“We were talking about how much bras suck, how the underwires stab you, straps dig, and we said, ‘There’s got to be a different way to do this,’” said Laura. “The underwire isn’t a totally flawed system, but we knew there was room for improvement—for all women.” The general public seemed to agree: Their 2015 Kickstarter campaign raised $80,000, flying past the $25,000 goal they set.
Seventeen years ago, when Freddy Zappe started answering the phones at the bra company that would become Eveden—renowed for its full-bust brands including Elomi, Fantasie, Freya and Goddess—she hadn’t the slightest idea what she was doing. Today, she’s among the most revered bra fit experts in the world.
A model-dancer-actress accustomed to traveling the world, Freddy had zero sales or lingerie experience, but when her mother was diagnosed with cancer, Freddy returned to New York to be with her. “I had to work for my own sanity. You can’t sit by someone’s bedside constantly; they don’t like it. I thought I’d do it for a few months and see what happened.”
What happened is this: Freddy became a Power Figure. She’s still traveling the world, this time as Eveden’s national fit specialist. Every day, she asks of herself, her industry and the women she meets the same question: How can I fix this?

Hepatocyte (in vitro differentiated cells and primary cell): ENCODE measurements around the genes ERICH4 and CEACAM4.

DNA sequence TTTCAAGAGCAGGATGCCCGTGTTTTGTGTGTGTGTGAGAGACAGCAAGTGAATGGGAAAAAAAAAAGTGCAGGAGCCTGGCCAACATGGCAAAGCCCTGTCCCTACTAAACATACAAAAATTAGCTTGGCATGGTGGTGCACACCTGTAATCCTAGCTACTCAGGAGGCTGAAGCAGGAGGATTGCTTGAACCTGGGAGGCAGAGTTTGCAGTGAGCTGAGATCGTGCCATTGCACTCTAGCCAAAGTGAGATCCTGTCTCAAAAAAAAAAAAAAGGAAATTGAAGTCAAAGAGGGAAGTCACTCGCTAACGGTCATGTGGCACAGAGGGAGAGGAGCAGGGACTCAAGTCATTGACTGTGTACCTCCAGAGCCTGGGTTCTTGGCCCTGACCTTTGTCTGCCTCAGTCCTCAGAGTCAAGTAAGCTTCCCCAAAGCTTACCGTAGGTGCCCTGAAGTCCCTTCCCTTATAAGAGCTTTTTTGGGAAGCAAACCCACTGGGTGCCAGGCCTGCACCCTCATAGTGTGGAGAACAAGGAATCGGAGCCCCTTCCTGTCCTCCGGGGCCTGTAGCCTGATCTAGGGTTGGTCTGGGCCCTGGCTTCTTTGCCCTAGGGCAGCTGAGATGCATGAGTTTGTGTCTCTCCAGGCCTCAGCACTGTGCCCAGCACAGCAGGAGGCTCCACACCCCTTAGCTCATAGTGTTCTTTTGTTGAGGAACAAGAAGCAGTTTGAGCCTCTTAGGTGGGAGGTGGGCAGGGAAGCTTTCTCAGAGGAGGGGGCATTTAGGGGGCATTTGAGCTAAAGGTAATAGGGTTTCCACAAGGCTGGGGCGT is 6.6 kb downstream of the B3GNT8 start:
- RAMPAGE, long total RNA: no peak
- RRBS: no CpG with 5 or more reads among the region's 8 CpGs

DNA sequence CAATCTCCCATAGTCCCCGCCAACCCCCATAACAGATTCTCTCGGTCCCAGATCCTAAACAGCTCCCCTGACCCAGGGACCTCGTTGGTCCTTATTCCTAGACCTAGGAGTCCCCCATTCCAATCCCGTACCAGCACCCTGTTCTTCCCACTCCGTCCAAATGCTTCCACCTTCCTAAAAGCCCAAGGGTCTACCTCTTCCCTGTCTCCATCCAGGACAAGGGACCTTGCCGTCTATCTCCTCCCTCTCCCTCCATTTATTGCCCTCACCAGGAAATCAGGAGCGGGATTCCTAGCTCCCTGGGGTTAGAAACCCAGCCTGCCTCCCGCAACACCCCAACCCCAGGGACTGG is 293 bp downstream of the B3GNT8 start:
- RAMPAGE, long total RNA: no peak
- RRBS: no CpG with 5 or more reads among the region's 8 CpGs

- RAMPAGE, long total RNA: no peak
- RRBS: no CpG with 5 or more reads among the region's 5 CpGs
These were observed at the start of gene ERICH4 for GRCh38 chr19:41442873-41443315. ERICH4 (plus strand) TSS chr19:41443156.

“It’s endlessly fascinating,” Freddy says. “Women come in all shapes and sizes, and because we have the tools to fit full bust and full figure—we now go from A to K cup, from a 28 band to a 56 band—we can fit virtually everyone.” Here’s how….
You may recognize Rosie Pope from her 2011 Bravo reality TV show Pregnant in Heels (baby bump + stilettos = reason enough to qualify as a Power Figure in our book), but she’s been making a name for herself in the super-competitive parenting space since before her first son was born in 2008. Now a mom of four, she runs RosiePope.com, an empire that includes maternity, nursing and baby clothes and accessories, bi-coastal MomPrep classes, an NYC-based parenting concierge service, 3 boutiques and a column in Parents magazine.
To celebrate the debut of her chic, affordable new line of nursing bras on barenecessities.com, we picked Rosie’s brain for insights into her mastery of running a business while running on caffeine, reframing the notion of balance and what really matters when bringing up a baby.
Eradicating the scourge of breast cancer is simply another day at the office for Dr. Leah Gendler. The renowned medical oncologist and breast surgeon spends each of her 14-hour workdays deftly excising tumors in the operating room or counseling breast cancer patients on what should be their next lifesaving move. That’s why we’re honored this Power Figure gave Bare it All so much of her valuable time to share what drives her forward and what gives her hope.
As our Power Figures monthlong series continues, we managed to snag a coveted slot on Bari Seiden-Young’s jam-packed calendar: Bari is the Vice President of Corporate Communications for The Estée Lauder Companies (ELC), and she leads the Breast Cancer Awareness Campaign on behalf of ELC, focusing media attention on annual high-wattage efforts to raise major awareness and funds that fuel life-saving research.